The easiest day to get in troubleI’m not a big fan of Valentine’s Day. Why? Because it tends to set men up for the big fall; kind of like a curveball that drops 6 inches in the strike zone and leaves a hitter flapping at air.
By: Kevin Holten, The Dickinson Press
I’m not a big fan of Valentine’s Day. Why? Because it tends to set men up for the big fall; kind of like a curveball that drops 6 inches in the strike zone and leaves a hitter flapping at air.
Then again, it’s really all about the shopping part of it, isn’t it? Because the odds of you buying your wife or girlfriend the right gift (or hitting the bullseye on that one) are at least 1 million-to-1 since, not only do you not know what they really want, but neither do they.
Of course, I’m a horrid attention deficit shopper anyway. Plus God apparently intended for me to be independently wealthy, with servants to do it for me or why would he have given me absolutely no abilities in this area? Not that I am the only male who is cursed with this deficit.
In fact, marriage and love probably would have been outlawed long ago were it not for Charles II of Sweden who introduced the tradition of “flower writing” in Europe way back in the 18th century. You see, that’s when they started giving their special someone flowers on those momentous occasions as a non-verbal declaration of love, and it’s those roses today that are keeping many a husband and boyfriend from having to walk the “Divorce or Dear John Letter” gangplank.
Still, the status of Valentine’s Day is a little shaky anyway since nobody really seems to know how the goofy thing got started, not to mention that it supposedly originated with three different saints who all had the same name, Valentine, and who happened to die on the same day, years apart.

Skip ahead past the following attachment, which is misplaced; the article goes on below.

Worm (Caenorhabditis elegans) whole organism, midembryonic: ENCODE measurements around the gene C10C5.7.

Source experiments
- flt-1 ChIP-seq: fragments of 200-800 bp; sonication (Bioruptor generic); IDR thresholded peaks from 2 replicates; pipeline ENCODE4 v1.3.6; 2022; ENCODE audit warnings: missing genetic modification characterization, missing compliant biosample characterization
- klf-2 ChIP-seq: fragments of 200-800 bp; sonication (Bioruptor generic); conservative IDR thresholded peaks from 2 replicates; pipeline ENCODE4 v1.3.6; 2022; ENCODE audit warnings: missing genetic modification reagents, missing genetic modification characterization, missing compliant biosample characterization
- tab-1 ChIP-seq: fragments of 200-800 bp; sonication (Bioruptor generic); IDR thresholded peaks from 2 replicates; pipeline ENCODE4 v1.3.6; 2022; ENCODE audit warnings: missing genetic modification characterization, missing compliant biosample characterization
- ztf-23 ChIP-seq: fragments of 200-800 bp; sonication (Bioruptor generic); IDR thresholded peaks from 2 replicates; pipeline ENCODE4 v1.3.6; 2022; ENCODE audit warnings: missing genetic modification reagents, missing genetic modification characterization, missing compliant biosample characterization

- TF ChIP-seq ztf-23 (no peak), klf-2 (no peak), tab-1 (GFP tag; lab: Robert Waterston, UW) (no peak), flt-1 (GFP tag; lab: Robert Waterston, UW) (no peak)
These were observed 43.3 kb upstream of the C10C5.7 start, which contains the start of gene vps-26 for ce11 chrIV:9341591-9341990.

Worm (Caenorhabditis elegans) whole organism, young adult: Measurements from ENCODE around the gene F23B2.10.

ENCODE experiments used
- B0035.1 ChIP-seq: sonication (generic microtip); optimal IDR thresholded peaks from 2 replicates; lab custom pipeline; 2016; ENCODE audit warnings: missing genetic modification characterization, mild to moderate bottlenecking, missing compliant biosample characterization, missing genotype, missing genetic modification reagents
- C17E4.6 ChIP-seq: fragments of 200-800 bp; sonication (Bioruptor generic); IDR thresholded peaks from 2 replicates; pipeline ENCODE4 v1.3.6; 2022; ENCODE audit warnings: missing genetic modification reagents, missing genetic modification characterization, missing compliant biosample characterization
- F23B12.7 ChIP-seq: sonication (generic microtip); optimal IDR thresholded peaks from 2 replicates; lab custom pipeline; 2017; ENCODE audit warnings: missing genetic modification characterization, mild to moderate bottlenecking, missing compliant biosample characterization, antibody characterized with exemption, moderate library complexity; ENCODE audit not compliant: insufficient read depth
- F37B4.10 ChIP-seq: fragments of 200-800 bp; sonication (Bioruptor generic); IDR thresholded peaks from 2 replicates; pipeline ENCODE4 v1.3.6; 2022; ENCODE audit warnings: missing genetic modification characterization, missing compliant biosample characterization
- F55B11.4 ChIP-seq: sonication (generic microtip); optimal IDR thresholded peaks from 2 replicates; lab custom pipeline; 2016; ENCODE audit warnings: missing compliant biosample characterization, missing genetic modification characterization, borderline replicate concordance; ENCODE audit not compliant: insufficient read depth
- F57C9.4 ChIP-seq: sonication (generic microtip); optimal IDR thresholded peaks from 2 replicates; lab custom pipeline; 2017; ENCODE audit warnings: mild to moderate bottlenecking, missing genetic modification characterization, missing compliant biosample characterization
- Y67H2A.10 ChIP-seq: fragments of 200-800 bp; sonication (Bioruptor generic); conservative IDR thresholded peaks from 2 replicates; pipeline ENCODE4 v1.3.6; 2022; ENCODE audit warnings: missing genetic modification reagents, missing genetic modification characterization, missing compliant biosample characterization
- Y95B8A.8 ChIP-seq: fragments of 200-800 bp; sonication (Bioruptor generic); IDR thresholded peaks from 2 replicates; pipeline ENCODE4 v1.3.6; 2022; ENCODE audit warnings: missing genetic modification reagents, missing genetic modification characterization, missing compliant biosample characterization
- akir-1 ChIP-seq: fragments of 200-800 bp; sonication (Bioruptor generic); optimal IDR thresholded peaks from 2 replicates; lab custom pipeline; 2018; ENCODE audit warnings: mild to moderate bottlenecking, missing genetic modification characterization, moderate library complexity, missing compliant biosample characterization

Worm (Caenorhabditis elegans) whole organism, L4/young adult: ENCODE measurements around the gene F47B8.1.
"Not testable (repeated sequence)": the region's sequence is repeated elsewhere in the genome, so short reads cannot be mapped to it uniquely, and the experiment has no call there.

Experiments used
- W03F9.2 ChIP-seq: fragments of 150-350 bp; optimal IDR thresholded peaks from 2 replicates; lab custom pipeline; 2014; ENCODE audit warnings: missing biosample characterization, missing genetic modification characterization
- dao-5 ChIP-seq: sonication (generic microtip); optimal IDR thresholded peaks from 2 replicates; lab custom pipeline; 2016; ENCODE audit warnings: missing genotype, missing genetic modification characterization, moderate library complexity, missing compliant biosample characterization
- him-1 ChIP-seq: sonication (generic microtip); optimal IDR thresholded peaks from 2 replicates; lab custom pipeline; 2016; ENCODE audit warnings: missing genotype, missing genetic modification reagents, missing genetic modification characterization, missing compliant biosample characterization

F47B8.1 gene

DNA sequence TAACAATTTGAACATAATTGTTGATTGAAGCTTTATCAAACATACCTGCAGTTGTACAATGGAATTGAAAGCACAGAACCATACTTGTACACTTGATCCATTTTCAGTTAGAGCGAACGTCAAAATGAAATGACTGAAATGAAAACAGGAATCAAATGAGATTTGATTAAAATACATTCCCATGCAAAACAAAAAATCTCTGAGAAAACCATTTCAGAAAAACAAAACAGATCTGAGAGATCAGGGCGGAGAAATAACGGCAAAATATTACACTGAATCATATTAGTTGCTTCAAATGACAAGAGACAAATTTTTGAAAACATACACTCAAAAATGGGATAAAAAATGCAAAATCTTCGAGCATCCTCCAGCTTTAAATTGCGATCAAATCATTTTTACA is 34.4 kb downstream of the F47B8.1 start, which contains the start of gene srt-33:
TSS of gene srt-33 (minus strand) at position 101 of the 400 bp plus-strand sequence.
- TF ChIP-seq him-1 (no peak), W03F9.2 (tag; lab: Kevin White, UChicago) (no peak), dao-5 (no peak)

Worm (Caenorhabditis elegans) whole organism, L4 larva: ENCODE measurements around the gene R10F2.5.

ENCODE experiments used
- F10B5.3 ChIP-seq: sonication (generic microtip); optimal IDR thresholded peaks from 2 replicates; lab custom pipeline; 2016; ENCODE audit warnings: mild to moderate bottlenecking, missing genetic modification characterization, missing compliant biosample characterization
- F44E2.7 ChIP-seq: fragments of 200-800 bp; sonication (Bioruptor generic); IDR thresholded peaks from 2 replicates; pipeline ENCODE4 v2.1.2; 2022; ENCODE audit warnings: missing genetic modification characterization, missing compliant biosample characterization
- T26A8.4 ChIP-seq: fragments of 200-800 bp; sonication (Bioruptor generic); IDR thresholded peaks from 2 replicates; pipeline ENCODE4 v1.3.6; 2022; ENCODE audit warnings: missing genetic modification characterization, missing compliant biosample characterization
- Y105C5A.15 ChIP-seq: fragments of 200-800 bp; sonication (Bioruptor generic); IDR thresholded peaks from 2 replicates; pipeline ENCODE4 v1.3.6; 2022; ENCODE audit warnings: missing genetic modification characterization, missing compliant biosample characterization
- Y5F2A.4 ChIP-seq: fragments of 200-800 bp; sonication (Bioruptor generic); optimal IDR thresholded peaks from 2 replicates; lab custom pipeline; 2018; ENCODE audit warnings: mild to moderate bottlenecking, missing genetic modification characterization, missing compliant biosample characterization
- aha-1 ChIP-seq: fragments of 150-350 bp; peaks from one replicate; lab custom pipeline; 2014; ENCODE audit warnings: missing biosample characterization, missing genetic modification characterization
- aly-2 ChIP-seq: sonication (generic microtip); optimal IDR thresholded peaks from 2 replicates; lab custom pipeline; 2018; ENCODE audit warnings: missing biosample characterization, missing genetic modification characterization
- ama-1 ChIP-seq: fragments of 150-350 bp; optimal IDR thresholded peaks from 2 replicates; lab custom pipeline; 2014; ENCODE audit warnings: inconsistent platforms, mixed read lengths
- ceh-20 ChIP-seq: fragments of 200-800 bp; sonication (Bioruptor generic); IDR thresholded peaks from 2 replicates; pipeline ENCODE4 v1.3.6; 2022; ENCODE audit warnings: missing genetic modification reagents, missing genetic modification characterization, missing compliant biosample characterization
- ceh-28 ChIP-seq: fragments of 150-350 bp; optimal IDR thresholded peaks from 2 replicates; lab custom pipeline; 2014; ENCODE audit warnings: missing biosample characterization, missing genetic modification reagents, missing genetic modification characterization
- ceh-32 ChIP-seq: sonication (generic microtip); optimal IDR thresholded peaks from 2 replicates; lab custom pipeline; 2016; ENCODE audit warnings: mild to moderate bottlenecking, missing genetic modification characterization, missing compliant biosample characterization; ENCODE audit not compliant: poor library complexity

One of them was a priest who served during the third century in Rome and it was then that Emperor Claudius II decided that single men made better soldiers and outlawed marriage for those young dudes. But our boy Valentine went ahead and performed marriage ceremonies for lovers in secret anyway and when Claudius found out that his silly little rule was being broken, he had Val done in on Feb. 14, which automatically makes that the first Valentine’s Day. How’s that for a romantic story?
Another legend suggests that an imprisoned Valentine sent the very first “valentine” greeting himself after he fell in love with a young girl, who might have been a jailor’s daughter who visited him during his confinement, and he wrote her a letter signed “From your Valentine,” which is that famous expression that Hallmark has turned into a very well-padded bank account.
We Americans began exchanging hand-made valentines in the early 1700s and in the 1840s, Esther A. Howland, the “Mother of the Valentine,” began selling the first mass-produced cards when she made elaborate creations with real lace, ribbons and colorful pictures.
Today, according to the Greeting Card Association, an estimated 1 billion Valentine’s Day cards are being sent each year, making Valentine’s Day the second largest card-sending holiday of the year, with women purchasing approximately 85 percent of them. So you see, it IS really also about money.
But of course, what’s most puzzling about Valentine’s Day is the selection of some chubby little boy who shoots arrows at lovers from a tiny bow to be it’s primary spokesperson. Seems a little like asking actor Danny DeVito to quarterback a Super Bowl championship football team, doesn’t it?
All of which reminds me of a quote I once heard that said, “Valentine’s Day is when a lot of married men are reminded what a poor shot Cupid really is.”
Then again as journalist Judith Viorst said in Redbook in 1975, “Love is much nicer to be in than an automobile accident, a tight girdle, a higher tax bracket or a holding pattern over Philadelphia.”
So have at it.